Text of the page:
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    Substance Abuse and Addiction - Recovery

    Recovery from alcohol abuse or dependence means finding a way to stay sober while changing your attitudes and behaviors. You will work to restore relationships with your family and friends and people at your job or school. You will need to find meaning and happiness in a healthy lifestyle that doesn't include alcohol.

    Recovery is not a cure. It is an ongoing process. It begins in treatment, but it doesn't end when your treatment ends. There are 10 principles of recovery that can help you reach your goals and learn new things to help yourself. They help you gain self-confidence and respect for yourself. They make clear that you're in charge of your recovery. How far you go is up to you.

    To stay sober after treatment, focus on your goals. Find things to do, such as sports or volunteer work. Learn how to say no to alcohol and drugs.

    Find support

    An important part of recovery is being sure you have support. You can:

    • Develop and use social support and support groups. Support comes in many forms. You can find it in seminars and groups led by professionals, 12-step groups with people who also have drinking problems, and your relationships with family and friends. You can make support groups more helpful by being an active member.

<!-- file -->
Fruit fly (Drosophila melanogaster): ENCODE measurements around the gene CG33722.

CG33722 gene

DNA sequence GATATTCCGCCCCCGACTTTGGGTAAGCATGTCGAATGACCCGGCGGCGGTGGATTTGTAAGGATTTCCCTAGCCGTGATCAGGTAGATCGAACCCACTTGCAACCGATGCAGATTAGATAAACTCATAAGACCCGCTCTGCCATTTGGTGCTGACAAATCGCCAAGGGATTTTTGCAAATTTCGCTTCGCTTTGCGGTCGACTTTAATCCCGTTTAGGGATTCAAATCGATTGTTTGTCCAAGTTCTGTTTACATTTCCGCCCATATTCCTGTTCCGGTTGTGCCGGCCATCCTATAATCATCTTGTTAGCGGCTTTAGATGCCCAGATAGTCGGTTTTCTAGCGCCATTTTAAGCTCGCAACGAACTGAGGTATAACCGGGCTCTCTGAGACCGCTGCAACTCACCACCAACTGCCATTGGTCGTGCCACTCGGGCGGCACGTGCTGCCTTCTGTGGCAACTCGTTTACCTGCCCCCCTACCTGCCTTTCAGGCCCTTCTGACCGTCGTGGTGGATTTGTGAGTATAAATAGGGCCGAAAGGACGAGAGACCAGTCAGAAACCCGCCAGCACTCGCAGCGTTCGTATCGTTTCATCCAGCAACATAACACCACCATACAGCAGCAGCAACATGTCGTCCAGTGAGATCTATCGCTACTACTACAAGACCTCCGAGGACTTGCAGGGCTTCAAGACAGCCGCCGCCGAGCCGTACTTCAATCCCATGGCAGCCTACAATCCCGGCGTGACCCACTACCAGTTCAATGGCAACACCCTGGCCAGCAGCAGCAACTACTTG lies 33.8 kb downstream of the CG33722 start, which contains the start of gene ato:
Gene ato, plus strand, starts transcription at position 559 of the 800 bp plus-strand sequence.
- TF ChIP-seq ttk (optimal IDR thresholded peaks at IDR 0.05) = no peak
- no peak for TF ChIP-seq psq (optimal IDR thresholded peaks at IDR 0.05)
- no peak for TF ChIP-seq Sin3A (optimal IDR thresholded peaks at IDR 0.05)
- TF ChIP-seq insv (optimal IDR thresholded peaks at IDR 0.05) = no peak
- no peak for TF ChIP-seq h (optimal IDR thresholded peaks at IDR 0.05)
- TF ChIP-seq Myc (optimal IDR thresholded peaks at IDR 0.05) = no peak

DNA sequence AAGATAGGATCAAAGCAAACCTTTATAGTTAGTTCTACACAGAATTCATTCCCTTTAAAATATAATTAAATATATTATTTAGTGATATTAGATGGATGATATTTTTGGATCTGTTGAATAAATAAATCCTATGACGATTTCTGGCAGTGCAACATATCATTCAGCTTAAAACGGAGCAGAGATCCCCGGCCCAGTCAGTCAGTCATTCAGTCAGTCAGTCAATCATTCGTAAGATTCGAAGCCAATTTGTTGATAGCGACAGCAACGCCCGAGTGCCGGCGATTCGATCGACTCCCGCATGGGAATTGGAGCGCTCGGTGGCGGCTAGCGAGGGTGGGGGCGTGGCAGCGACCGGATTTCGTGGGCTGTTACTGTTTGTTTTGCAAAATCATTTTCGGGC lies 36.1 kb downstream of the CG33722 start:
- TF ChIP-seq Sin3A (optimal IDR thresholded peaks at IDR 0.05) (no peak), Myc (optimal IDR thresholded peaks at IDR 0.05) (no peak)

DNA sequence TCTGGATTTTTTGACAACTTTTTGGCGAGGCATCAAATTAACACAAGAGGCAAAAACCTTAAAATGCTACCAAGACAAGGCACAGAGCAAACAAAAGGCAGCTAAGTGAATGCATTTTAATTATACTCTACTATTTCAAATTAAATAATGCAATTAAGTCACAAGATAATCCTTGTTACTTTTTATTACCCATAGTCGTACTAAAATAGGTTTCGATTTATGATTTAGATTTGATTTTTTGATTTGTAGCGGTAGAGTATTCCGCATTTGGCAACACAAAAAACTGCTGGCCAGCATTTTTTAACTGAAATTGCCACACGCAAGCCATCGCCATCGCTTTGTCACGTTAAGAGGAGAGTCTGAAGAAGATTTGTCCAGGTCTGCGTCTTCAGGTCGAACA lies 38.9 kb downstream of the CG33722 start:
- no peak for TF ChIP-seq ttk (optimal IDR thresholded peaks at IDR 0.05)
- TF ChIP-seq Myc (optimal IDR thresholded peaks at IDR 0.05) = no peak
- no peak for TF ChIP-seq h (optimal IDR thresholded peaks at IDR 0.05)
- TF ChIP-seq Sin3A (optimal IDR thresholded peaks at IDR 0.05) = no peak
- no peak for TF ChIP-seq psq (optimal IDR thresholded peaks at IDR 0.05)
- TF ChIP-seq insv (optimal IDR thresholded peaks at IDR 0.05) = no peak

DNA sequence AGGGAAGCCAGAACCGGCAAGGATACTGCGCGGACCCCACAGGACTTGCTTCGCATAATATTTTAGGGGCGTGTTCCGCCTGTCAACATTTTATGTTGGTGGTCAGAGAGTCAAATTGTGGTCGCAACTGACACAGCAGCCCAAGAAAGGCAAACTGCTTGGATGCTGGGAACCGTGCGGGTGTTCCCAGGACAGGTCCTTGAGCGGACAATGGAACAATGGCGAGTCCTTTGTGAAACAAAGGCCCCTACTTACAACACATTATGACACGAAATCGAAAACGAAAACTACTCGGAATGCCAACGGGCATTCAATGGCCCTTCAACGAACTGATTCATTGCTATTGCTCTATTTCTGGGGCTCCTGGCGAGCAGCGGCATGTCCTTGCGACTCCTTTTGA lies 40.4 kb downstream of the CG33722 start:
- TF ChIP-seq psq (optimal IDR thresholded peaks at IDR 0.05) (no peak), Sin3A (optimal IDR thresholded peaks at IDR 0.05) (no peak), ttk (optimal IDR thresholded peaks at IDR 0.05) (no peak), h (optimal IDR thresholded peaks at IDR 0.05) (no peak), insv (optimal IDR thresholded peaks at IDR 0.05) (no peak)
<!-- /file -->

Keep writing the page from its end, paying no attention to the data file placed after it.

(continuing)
• Connect with family and friends. They can help you stop drinking and stay sober by encouraging positive steps. For them to do this, you have to be honest with them about your problems and help them by trying.
    • Take part in recovery group activities. You may have used alcohol to make friends or be with a social group. Your counselor or doctor can help you learn skills to make friends without drinking. For example, your counselor may help you find a social skills training class.
    • Find a sponsor, and work with this person. A sponsor is someone who has been in recovery for a long time and helps you stay alcohol-free.

    Plan for lapse and relapse

    Stopping alcohol use is very hard. It's not unusual to have setbacks, even years later. Very few people succeed the first time they try. Many people who are trying to recover from alcohol addiction will have lapses or relapses along the way.

    • A lapse is the first time you use alcohol again after you have quit or brief episodes of alcohol use at later points.
    • A relapse is not being able to stay sober over time.

    It's smart to plan for a lapse or relapse before it happens. Your doctor, family, and friends can help you do this.

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